[Python-ideas] Hexadecimal floating literals

Chris Barker - NOAA Federal chris.barker at noaa.gov
Wed Sep 20 20:44:03 EDT 2017

> And that's one of the reasons why the hexadecimal floating-point representation exist:

I suspect no one here thinks  floathex representation is unimportant...

> To sum up:
> -  In some specific context, hexadecimal floating-point constants make it easy for the programmers to reproduce the exact value. Typically, a software engineer who is concerned about floating-point accuracy would prepare hexadecimal floating-point constants for use in a program by generating them with special software (e.g., Maple, Mathematica, Sage or some multi-precision library). These hexadecimal literals have been added to C (since C99), Java, Lua, Ruby, Perl (since v5.22), etc. for the same reasons.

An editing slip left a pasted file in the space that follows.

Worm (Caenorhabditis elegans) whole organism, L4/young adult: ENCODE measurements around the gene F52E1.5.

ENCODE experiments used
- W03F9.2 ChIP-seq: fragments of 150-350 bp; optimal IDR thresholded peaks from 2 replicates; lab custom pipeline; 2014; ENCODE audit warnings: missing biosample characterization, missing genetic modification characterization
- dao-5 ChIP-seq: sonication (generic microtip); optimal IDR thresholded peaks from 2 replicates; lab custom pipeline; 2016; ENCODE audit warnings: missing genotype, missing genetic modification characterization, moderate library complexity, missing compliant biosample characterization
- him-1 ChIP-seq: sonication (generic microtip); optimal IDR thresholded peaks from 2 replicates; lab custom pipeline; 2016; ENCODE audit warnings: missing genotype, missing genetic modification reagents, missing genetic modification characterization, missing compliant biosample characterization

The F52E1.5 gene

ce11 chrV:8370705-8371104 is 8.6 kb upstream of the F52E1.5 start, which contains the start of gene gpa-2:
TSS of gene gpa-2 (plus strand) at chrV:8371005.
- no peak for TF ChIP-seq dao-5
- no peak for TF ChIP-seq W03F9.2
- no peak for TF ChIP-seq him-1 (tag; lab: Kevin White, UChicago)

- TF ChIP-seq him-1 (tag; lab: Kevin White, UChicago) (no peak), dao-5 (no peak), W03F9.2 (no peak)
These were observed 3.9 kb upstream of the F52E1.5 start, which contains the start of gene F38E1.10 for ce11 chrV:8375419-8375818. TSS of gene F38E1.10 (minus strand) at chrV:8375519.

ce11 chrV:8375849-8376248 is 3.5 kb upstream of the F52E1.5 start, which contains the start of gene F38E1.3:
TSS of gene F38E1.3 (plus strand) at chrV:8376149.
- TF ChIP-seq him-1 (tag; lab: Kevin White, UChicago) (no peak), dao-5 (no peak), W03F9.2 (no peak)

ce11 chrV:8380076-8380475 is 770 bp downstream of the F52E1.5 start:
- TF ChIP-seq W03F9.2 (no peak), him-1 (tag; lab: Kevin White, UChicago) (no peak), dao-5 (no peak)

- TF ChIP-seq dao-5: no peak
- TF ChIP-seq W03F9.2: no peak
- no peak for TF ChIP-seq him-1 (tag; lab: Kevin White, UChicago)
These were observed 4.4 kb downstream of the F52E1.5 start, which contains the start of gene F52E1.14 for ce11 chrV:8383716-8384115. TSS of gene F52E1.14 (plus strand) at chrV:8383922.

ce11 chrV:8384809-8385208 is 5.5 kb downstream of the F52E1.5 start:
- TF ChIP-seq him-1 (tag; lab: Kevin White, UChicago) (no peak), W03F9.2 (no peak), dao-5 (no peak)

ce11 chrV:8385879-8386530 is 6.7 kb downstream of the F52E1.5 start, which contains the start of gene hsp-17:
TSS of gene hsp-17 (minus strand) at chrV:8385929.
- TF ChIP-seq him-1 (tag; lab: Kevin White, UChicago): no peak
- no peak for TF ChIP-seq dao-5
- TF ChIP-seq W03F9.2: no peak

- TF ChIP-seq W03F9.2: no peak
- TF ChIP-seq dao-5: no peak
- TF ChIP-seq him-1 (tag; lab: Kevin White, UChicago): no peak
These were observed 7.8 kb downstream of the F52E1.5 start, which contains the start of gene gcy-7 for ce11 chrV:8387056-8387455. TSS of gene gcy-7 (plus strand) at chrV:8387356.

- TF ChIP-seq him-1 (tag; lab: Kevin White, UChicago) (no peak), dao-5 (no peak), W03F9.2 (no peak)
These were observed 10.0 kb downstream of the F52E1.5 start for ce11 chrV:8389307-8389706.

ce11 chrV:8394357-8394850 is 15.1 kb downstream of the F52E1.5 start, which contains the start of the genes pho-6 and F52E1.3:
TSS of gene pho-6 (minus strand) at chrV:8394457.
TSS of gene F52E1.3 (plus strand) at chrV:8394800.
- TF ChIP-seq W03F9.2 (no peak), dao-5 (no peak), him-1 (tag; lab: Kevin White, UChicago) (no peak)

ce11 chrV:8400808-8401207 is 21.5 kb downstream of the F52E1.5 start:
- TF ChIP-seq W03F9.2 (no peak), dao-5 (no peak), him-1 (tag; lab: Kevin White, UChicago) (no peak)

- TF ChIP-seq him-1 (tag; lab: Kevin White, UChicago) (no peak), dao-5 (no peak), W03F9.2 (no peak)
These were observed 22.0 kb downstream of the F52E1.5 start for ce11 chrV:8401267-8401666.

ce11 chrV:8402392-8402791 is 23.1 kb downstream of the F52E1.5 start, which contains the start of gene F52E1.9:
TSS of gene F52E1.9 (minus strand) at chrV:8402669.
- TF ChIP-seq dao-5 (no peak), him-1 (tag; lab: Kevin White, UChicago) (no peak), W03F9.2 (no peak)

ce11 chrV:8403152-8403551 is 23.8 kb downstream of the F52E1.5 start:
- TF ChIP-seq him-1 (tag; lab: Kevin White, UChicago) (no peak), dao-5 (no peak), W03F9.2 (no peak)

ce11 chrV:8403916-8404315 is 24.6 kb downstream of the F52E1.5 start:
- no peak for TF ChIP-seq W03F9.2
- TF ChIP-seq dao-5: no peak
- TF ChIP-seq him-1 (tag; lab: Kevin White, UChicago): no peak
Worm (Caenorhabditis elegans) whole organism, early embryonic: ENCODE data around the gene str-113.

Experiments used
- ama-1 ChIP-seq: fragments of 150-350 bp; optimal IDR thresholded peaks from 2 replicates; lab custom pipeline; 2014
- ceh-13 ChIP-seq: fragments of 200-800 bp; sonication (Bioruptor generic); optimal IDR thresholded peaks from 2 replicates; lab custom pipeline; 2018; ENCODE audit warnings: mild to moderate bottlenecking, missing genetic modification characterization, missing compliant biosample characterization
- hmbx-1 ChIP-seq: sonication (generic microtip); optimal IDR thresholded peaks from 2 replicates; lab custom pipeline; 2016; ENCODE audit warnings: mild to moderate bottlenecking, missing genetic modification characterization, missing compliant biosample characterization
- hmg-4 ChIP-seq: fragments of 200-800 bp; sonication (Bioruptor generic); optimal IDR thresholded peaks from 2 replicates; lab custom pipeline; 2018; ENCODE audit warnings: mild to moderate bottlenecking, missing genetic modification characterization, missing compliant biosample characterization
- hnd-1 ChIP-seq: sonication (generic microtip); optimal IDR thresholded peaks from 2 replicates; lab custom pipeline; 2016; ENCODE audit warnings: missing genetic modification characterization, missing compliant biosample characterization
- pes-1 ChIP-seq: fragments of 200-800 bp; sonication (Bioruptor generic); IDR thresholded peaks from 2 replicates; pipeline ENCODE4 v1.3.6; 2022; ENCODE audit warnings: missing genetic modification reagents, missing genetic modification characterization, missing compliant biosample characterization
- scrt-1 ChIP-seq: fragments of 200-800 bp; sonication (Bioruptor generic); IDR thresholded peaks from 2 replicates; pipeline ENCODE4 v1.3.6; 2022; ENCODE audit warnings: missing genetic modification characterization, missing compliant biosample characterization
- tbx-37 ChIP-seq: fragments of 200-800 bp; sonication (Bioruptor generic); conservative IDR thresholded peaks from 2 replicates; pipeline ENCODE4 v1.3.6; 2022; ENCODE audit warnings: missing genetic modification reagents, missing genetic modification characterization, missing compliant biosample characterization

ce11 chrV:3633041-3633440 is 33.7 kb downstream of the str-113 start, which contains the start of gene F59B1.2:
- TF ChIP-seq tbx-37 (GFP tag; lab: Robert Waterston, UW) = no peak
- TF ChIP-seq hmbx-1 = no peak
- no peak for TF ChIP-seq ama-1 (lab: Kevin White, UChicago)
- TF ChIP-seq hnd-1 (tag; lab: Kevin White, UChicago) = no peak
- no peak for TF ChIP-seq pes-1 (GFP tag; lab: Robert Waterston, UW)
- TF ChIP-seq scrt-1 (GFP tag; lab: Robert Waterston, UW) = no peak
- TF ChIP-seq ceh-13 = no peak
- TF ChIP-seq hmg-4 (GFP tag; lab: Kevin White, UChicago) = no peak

> - The exact grammar has been fully documented in the IEEE-754-2008 norm (section 5.12.13), and also in C99 (or C++17 and others)
> - Of course, hexadecimal floating-point can be manipulated with float.hex() and float.fromhex(), *but* it works from strings, and the translation is done at execution-time...

Right. But it addresses all of the points you make. The functionality
is there. Making a new literal will buy a slight improvement in
writability and performance.

Is that worth much in a dynamic language like python?


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